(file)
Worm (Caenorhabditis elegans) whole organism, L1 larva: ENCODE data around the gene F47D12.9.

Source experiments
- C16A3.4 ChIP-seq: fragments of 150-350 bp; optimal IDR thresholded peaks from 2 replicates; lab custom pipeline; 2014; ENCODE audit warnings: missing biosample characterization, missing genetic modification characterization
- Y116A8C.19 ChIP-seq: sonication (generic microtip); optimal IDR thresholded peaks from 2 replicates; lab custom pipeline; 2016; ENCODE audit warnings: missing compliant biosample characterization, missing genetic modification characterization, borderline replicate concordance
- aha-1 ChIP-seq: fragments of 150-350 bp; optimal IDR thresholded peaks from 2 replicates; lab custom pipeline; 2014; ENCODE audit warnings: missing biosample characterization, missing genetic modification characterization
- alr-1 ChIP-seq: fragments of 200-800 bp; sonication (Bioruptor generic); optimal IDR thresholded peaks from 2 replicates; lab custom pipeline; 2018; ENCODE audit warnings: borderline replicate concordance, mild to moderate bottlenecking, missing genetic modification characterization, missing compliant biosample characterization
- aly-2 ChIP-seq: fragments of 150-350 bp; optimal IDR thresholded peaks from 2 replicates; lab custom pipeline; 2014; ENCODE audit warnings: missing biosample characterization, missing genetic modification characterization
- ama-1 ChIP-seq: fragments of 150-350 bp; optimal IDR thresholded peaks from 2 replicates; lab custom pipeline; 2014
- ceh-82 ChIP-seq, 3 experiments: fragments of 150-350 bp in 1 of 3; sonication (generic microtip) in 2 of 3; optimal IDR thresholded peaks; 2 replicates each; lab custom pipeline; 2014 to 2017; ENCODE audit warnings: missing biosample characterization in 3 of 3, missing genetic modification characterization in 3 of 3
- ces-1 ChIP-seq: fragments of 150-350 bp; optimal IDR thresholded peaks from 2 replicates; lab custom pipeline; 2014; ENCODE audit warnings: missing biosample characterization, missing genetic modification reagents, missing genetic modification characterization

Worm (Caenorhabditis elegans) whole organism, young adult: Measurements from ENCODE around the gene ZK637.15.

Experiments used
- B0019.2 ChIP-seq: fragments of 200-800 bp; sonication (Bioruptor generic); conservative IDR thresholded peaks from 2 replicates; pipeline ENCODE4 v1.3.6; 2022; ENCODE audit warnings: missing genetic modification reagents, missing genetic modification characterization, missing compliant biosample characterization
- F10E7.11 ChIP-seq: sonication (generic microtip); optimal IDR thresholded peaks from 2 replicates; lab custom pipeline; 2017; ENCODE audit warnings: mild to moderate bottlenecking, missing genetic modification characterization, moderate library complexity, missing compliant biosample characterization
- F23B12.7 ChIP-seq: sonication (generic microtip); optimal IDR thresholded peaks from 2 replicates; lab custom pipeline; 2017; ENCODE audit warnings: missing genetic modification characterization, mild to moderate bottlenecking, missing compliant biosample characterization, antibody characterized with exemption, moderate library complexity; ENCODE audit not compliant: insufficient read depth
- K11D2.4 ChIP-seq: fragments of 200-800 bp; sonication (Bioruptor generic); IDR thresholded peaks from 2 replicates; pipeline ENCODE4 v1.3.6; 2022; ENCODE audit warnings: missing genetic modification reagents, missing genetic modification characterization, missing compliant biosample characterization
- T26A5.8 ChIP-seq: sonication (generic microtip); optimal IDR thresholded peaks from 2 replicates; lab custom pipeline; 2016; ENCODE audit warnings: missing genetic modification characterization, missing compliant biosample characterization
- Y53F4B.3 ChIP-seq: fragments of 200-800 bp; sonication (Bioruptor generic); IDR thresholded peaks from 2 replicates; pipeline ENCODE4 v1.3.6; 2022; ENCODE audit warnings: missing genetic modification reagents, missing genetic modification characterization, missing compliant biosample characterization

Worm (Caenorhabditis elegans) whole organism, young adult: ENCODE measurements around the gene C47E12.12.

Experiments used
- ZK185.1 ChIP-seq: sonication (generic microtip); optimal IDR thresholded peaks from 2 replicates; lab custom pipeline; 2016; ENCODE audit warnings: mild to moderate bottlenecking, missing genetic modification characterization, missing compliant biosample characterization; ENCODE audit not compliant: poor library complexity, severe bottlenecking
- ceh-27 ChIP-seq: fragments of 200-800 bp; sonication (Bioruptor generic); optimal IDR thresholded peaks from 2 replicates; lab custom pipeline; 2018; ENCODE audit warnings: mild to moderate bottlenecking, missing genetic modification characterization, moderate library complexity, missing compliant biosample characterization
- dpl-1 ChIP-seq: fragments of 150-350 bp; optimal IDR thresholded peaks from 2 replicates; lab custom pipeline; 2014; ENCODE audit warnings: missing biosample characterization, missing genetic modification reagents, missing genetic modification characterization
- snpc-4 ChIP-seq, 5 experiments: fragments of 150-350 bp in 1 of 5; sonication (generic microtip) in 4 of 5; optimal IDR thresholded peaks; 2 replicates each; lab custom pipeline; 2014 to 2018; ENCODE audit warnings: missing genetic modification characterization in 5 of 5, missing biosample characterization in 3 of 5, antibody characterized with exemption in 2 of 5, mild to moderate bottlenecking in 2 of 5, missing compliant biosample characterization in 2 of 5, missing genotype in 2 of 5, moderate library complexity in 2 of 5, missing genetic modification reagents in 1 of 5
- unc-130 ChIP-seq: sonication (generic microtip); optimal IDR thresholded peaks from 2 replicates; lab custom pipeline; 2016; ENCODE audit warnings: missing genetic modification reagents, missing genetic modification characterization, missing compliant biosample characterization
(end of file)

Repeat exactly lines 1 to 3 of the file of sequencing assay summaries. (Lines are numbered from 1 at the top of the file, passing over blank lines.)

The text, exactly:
Worm (Caenorhabditis elegans) whole organism, L1 larva: ENCODE data around the gene F47D12.9.

Source experiments
- C16A3.4 ChIP-seq: fragments of 150-350 bp; optimal IDR thresholded peaks from 2 replicates; lab custom pipeline; 2014; ENCODE audit warnings: missing biosample characterization, missing genetic modification characterization